'Breaking Bad' Headstone Will Be Moved

Walter White funeral drew protests from families of people buried nearby

Bryan Cranston as Walter White on Breaking Bad
Frank Ockenfels 3/AMC
Bryan Cranston as Walter White on 'Breaking Bad'
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The real-life headstone for Breaking Bad character Walter White will be removed from the Albuquerque cemetery where it was placed last weekend Saturday following protests from families who have relatives buried there, according to The Hollywood Reporter. The protests, includign an online petition, arose as a local eatery staged a faux funeral for the character that doubled as a fundraiser to benefit the city's homeless. In response to the complaints, officials at the cemetery Sunset Memorial Park had offered to move the headstone should it become a tourist attraction. Now, honoring the families' requests, the fictional drug lord's headstone and burial vault will be relocated to its own area in the Village Shops at Los Ranchos, the home of the restaurant that organized the funeral, Vernon's Steakhouse, where fans can pay their respects.

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A number of Albuquerque locals were offended by the proceedings. One man, Manuel  Montano, whose six-year-old is buried at Sunset Memorial Park, spotted "mourners" standing on the grave of a child who had died at age three, according to Albuquerque TV station KRQE. He spearheaded the petition, which garnered over 1,000 signatures. Montano and other families have stated that the event organizers have since apologized to them.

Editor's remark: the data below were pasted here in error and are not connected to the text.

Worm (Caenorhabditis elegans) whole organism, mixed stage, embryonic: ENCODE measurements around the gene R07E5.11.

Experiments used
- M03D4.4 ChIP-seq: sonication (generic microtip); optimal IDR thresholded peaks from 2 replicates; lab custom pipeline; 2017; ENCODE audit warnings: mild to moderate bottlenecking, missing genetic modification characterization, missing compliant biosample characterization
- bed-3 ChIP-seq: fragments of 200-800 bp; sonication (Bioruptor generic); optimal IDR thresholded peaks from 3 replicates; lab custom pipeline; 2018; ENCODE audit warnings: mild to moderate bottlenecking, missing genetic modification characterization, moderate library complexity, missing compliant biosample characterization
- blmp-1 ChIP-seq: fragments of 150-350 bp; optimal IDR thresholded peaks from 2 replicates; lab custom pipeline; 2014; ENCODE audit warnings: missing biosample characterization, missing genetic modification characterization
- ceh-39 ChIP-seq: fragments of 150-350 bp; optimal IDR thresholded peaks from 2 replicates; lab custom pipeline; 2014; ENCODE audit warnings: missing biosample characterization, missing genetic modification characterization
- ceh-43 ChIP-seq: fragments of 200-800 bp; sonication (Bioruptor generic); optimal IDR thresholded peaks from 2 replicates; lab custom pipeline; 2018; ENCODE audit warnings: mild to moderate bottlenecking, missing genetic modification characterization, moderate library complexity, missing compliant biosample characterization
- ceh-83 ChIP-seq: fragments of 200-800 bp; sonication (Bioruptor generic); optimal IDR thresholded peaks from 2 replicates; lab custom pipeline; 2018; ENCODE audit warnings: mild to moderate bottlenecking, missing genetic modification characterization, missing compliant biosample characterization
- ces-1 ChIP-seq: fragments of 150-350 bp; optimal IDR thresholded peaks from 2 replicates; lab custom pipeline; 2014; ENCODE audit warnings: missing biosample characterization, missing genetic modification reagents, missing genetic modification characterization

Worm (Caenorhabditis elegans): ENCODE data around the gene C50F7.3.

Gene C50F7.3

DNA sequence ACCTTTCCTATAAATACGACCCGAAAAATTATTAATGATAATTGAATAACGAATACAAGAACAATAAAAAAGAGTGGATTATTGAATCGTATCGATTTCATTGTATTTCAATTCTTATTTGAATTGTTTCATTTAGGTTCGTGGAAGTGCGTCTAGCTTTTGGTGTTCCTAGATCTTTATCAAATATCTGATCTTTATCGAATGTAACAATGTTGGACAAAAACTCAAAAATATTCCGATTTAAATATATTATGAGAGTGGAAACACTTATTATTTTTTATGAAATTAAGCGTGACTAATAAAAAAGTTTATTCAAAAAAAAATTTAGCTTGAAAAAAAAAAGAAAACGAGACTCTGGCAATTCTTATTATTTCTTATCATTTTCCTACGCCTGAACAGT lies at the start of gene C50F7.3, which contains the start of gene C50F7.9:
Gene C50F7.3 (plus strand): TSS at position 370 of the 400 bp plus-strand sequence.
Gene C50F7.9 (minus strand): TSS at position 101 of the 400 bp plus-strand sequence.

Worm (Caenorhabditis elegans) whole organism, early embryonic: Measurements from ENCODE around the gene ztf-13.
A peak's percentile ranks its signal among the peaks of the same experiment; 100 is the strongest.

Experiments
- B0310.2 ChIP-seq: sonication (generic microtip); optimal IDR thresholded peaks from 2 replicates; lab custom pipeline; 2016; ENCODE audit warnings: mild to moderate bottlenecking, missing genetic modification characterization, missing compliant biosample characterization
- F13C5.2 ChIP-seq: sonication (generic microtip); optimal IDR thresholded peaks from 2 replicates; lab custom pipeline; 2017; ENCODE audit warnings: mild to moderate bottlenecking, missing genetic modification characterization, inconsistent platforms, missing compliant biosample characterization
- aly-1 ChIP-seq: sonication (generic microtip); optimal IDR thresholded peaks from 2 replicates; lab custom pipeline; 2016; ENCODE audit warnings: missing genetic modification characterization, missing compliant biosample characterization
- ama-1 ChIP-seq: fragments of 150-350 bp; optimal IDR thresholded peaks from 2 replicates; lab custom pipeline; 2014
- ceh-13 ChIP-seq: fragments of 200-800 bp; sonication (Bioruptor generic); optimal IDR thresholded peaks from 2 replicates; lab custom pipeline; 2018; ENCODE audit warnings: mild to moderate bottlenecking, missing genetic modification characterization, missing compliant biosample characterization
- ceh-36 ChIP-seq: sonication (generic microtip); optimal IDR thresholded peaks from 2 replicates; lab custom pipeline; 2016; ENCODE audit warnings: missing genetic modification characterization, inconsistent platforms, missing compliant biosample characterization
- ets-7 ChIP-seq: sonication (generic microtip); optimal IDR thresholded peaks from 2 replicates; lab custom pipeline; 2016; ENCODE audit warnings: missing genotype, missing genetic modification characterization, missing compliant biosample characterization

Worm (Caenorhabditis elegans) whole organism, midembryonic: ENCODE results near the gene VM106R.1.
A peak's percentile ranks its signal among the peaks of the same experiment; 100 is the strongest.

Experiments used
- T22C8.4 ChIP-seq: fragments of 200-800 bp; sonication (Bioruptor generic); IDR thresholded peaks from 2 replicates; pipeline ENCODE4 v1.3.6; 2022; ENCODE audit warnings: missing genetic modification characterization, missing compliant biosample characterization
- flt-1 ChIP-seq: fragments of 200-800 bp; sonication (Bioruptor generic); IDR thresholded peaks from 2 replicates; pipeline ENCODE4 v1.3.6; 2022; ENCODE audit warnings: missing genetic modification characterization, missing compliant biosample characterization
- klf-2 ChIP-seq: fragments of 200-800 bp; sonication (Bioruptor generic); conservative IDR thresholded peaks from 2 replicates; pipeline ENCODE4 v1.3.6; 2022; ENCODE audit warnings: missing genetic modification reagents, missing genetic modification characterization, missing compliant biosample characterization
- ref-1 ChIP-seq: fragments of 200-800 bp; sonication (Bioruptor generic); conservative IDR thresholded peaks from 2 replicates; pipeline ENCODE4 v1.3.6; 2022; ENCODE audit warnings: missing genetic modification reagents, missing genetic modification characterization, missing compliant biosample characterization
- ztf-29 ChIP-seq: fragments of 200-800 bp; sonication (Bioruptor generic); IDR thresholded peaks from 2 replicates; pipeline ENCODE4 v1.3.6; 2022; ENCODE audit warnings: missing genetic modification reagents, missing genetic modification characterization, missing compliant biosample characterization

"It was never our intention to disrespect those who are buried at Sunset Memorial Park or cause pain to their families," Vernon's Steakhouse owner Michael Baird said. "We created the Walter White Funeral and Final Amends as a way to have a positive impact on the community and help those who are negatively impacted by the terrible effects of drug addiction and homelessness. We greatly apologize to anyone who was offended, and want to ensure that the focus remains on the amazing work that Albuquerque HealthCare for the Homeless does in our community."

The funeral has reportedly raised about $17,000. It drew an estimated 200 participants, many of whom formed an 80-car procession that followed White's casket and signature RV through the streets of Albuquerque, causing a 10-minute delay in traffic.

The event's organizers are trying to raise more money, according to KRQE, by selling two SUVs used in the final scenes of the series finale, as well as a painting of White by New Mexico artist Gabriel Ballentine. They've also stated their intention to create a memorial, in conjunction with the cemetery, to honor homeless people who have lost their lives.